but somehow you always managed

to corner a little kind place for each of us

in that spacious heart

that seemed to understand

how to stand forever before us

in a turbin of snow

like a sacred mountain

in the body of an aging holy man

as if the deepest secret of life

were as childishly simple

as a hardrock candy in the open hand

of the Butterscotch Man.

































Is it so hard to imagine a world

where we’ve all stopped dying at our own hands

where we return to the more human illusion

of having personalities instead of brands?

Where the living cells of our flesh

are not virtually mineralized

by the logos and memes

of the new periodic table

of mutant elements

that have deranged

the molecular structures

that once stood behind our names.

There are cuckoos

there are xenophobic changelings

in everybody’s nuclear nest

smashing eggs at the roots of the tree

they were born to sing in

like a mass infanticide of whole notes.

Our first mother’s womb

was a generous open place

that gave freely of itself. 

Now we conspire to steal our way in

like something in our food

to tamper with the face we’ve always wanted

like an airbrushed photo on the cover of a magazine,

still-lives of sexy semi-nudes

posing like menus with attitude.

We’re all jawing the stale gum of our lives

like the psychotic cud serial killers chew

when they’ve slaughtered all their sacred cows.

Nanochips have deposed our mitochondria.

God’s eye is flyed with pixels

and everyone is looking

for signs of the end

in every blue beginning

like a corpse that can’t wait.

And the muses of our heartless arts

conspire with us like

hatred of the bad

hatred of the good

perversion of the root

coercion of the flower

as we sign our names like skidmarks

to the new designer dreams

that can see eternity in a sound-bite

and in the workings of the universe

the most successful snakepit

of all our corporate schemes.

TV turned the stone over

and now we can look into things

we’ve never seen before

like birds in the eyes of a cobra

paralyzed by the mesmeric horror

of watching what happens to the others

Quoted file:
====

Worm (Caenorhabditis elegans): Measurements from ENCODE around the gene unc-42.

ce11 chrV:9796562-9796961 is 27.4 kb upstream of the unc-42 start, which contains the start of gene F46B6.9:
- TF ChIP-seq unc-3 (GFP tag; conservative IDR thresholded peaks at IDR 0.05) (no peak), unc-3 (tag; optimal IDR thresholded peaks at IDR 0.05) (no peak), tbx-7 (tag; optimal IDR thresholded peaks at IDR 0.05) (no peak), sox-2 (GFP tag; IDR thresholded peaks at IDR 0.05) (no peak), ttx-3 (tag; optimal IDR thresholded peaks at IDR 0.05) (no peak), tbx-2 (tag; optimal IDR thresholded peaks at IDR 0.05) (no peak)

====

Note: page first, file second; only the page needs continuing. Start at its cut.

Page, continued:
day after day after day

as if our destinies

were merely a hypocritical kind of luck

as if our eyes were embedded like jewels

in the keyhole of a door

we’re all looking through on the inside

to see what they meant

when they called the world Babylon

and Babylon a whore.

All those candles in the night

we kept burning

like gestures of faith

in someone returning

have suffered a major meltdown

and now we’re Peeping Toms

in the windows of existence,

billions of tiny Tom Thumbs

sticking our opposable thumbs

in everyone else’s pies

to gouge out the plums

of their incredible Oedipal eyes.

We’ve reversed the spin

on the polarity of our stars,

we’ve navigated away from the old skies

with all their analogue cliches of shining

like web-sites digitally streaming

the last live reality show on Mars 

to expose its scars as ours

soon enough.

We’ve reversed the spin

on the polarity of our eyes

and now we’re looking out of the darkness

into everybody else’s lies

like the original sins

of our own myths of origin

that have always tried to finish us

right where we begin

knowing we’ll fall for it all over again

like a sure cure for obesity impotence and pain:

elixirs of pharmaceutical snakeoil

injected directly into the brain

like messianic chemicals

that can raise the dead from the living

like a gift that just doesn’t know when

to stop giving.

Is it so hard to imagine a world

given what you know of this one

where the dead don’t legislate for the living

and any sign of life in the cemetery,

any fragrance any colour any taste

any action any twitch of life

that trips the switch of your boney fingertips

and turns something on

that isn’t already too far gone to call back

isn’t an event on the flatlining horizon of a blackhole

to the other side of a brighter world

as abhorrent as dawn is to a ghost?

Is it so hard to imagine a world

that isn’t one of Mother Hubbard’s old shoes

crammed with too many children

chewing on leather to live,

a world without human traffickers off its coast

coyotes at its border

overturning lifeboats of refugees

or taking off their shoes

to dump the pebbles of the road out of them

like the skulls of desperate, helpless people

who couldn’t swim through sand or water

to save their own lives for love or money.

Standing in one of the four gates

into the mystically-walled garden

of an unenlightened North America

down to its last green leaf

looking out over the thresholds

of its paranoid coasts

is it so hard to imagine a world

where people don’t treat people

like climacteric plagues of swarming locusts

all looking for a green card to nibble on

like spring leaves on the tree of life in the dead of winter?